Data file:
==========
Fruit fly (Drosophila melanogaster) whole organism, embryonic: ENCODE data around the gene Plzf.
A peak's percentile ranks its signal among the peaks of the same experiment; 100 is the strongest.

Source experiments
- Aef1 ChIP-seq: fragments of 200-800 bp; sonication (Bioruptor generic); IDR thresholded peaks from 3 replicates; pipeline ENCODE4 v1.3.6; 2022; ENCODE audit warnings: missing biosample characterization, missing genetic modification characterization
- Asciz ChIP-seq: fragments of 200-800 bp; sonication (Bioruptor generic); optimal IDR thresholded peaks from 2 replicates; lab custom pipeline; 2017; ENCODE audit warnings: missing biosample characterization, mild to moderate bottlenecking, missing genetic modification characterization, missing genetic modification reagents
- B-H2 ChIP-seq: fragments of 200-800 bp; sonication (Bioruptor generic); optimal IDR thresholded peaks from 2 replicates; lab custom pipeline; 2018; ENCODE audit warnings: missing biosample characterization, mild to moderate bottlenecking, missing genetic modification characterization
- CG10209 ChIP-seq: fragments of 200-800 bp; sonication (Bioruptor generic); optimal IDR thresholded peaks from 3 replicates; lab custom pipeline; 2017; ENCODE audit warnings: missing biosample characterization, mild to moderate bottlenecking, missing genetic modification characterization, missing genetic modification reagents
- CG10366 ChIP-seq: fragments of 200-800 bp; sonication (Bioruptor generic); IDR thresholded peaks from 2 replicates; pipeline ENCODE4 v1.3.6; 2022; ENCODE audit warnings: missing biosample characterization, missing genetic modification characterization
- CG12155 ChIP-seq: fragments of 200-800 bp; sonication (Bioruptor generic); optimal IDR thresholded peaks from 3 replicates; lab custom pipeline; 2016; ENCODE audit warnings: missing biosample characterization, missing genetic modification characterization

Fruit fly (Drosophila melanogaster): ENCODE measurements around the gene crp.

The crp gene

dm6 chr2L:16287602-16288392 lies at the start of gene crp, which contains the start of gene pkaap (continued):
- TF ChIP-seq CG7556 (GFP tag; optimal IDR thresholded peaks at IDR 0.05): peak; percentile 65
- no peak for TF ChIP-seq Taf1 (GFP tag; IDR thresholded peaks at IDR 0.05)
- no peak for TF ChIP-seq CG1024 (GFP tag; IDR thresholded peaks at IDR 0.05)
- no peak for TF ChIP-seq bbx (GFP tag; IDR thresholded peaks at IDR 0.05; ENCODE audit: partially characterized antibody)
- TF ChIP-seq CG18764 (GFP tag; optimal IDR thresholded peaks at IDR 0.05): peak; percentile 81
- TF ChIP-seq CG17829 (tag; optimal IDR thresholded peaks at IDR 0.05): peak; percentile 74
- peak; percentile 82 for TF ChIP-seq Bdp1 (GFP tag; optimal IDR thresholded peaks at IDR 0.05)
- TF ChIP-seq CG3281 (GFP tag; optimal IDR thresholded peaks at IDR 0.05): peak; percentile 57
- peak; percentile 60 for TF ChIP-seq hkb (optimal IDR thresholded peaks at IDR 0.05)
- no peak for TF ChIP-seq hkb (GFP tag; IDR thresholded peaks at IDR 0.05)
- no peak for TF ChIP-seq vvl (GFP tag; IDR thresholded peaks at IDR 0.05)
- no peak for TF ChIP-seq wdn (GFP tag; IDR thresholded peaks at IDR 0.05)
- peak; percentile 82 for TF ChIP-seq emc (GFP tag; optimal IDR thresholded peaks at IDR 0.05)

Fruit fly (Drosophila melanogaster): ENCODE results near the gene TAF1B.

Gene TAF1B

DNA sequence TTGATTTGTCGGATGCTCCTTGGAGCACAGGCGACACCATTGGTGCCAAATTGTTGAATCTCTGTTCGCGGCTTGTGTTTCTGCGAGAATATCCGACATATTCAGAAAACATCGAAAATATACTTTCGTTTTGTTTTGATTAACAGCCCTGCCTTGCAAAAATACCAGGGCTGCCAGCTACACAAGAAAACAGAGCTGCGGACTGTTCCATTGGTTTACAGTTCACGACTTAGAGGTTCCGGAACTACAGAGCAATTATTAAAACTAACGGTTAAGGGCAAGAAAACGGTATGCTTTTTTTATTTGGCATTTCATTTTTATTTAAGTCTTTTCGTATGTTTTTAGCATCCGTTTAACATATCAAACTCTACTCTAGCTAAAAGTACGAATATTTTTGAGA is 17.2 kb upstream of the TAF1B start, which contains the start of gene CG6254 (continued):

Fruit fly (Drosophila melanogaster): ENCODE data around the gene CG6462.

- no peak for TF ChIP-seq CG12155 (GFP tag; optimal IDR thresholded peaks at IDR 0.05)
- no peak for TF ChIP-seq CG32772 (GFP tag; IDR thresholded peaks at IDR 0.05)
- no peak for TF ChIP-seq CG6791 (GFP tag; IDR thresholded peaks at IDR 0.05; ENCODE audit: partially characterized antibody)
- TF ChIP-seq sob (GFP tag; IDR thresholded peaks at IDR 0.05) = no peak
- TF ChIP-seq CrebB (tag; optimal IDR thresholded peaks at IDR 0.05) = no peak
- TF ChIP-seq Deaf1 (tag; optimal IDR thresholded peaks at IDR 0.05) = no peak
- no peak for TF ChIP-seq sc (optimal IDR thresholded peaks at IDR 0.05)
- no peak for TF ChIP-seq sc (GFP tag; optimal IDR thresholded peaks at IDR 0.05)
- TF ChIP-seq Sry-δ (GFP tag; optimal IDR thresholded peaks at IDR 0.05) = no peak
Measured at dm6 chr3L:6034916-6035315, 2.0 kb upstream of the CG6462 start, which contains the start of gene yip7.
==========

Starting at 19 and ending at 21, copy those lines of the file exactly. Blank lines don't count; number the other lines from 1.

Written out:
- peak; percentile 82 for TF ChIP-seq Bdp1 (GFP tag; optimal IDR thresholded peaks at IDR 0.05)
- TF ChIP-seq CG3281 (GFP tag; optimal IDR thresholded peaks at IDR 0.05): peak; percentile 57
- peak; percentile 60 for TF ChIP-seq hkb (optimal IDR thresholded peaks at IDR 0.05)